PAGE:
The COVID-19 crisis has shaken the world in a way that has not been seen since World War II. There is no going back to business as usual and a ‘new normal’ will prevail, whatever that means.
Supply chains that were previously considered robust, collapsed under pressure in weeks, and panic buying prevailed around the world as health services struggled to buy essential supplies. Quality control and due diligence was ignored and sub-standard goods were delivered to only to be rejected on arrival, with some healthcare trusts finding their inventory management processes were not fit-for-purpose.
There is a growing body of evidence that governments and civil society will demand a greener and more ethical ‘new normal’. Cities around the world, such as Milan, are planning traffic-free city centres, where walking and cycling will be commonplace. Governments such as that of New Zealand, are abandoning the holy grail of GDP for measures of national wellbeing. The French government is placing green conditions on any bailouts. And the economic success of the mostly American tech giants – some of the winners in this crisis – will see corporate ambition set to achieve sustainability goals, despite the opinions of their president.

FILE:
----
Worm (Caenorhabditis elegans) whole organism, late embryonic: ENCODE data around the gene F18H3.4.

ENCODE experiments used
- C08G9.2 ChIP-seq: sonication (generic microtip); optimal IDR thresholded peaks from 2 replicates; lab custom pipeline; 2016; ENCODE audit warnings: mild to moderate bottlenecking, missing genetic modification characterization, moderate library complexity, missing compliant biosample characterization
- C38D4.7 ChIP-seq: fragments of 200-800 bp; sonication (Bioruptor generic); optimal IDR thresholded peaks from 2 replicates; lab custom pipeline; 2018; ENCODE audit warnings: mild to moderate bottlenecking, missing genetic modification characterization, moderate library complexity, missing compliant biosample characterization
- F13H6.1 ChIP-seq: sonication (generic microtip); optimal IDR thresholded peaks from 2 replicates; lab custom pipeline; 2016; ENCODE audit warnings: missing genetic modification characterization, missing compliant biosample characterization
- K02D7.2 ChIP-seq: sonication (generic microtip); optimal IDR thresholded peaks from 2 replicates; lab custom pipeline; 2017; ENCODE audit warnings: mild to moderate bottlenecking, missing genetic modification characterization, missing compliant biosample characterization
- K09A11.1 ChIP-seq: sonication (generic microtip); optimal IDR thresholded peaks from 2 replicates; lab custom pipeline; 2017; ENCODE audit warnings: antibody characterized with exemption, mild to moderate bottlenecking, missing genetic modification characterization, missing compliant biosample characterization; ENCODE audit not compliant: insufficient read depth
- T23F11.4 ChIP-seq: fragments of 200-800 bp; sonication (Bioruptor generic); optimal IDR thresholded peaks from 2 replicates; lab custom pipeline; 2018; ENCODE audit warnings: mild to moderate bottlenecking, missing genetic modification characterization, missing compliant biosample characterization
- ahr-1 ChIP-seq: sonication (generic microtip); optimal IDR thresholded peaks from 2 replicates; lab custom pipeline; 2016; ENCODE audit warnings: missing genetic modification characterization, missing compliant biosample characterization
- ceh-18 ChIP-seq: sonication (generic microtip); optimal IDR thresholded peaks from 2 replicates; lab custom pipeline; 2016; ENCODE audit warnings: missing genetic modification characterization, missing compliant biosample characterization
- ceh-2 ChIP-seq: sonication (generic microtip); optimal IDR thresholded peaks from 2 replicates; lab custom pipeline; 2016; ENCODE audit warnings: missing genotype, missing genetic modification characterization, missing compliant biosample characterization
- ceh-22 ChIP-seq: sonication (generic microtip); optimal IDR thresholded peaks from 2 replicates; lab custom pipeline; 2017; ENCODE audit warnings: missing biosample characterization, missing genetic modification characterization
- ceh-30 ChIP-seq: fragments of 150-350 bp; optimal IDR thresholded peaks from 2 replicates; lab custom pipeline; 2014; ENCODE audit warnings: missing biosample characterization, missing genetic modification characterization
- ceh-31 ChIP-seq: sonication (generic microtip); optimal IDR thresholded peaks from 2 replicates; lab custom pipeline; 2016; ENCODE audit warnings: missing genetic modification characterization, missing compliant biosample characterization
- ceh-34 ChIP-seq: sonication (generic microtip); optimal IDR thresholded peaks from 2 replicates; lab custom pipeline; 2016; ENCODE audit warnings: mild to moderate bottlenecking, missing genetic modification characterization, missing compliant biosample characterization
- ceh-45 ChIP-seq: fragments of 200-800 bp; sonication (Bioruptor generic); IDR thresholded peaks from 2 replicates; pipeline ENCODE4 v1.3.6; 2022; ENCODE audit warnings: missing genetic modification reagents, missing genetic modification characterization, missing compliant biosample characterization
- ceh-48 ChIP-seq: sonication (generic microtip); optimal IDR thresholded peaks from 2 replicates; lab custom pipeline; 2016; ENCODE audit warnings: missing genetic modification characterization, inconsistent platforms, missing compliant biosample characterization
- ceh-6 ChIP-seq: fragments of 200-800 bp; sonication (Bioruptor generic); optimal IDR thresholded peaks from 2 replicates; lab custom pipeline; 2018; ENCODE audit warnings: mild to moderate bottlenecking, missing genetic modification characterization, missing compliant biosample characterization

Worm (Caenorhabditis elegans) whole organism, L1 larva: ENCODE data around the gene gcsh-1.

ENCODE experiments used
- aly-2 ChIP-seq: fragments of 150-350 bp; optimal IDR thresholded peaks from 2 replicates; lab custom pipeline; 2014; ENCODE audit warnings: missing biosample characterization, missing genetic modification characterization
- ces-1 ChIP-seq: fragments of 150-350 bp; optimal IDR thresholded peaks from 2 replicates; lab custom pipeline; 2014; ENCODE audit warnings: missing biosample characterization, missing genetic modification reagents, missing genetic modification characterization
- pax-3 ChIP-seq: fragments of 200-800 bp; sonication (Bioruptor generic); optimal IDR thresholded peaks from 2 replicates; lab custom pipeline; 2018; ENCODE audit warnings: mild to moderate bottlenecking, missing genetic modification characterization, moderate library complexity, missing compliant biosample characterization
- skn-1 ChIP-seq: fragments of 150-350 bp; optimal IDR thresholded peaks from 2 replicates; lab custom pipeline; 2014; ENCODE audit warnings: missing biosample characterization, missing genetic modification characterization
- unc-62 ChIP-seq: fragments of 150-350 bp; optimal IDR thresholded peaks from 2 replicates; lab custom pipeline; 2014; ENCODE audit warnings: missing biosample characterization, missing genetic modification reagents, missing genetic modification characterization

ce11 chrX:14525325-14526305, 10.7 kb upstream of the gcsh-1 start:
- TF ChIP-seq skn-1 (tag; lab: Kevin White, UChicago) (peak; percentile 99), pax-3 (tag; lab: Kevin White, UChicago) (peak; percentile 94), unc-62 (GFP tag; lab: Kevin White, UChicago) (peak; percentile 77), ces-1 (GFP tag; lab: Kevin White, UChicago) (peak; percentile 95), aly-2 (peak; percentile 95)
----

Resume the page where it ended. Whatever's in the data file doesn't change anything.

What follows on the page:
Here are five actions to take forward in order to ensure a resilient supply chain:
Regular readers of my blogs will know I have long advocated ISO 20400, the Sustainable Procurement Standard. We need it, and we need it now.
Many organisations around the world have no idea what happens in their supply chains below Tier 1. The work my team did a few years ago to trace the origins of high-visibility vests revealed it had more air miles than Richard Branson. To develop a resilient supply chain, we must first understand what it looks like. Transparency will be part of the ‘new normal’.
Competition is probably not dead entirely, but throughout this crisis, organisations have had to learn to work together to force down a global threat. Collaboration will be key to delivering the ‘new normal’.
If we don’t invest in developing the capacity of our supply chains and simply demand they do things differently, the inevitable results will mean fishing in a smaller pool of more capable suppliers. I am not an economist, but I understand if there is less supply and more demand, prices will go up.
The culture of “let and forget” has to go. We need to really understand if our supply chains are delivering the value and sustainability objectives we have set. This will require proactive performance management using real-time data.
I can’t wait!
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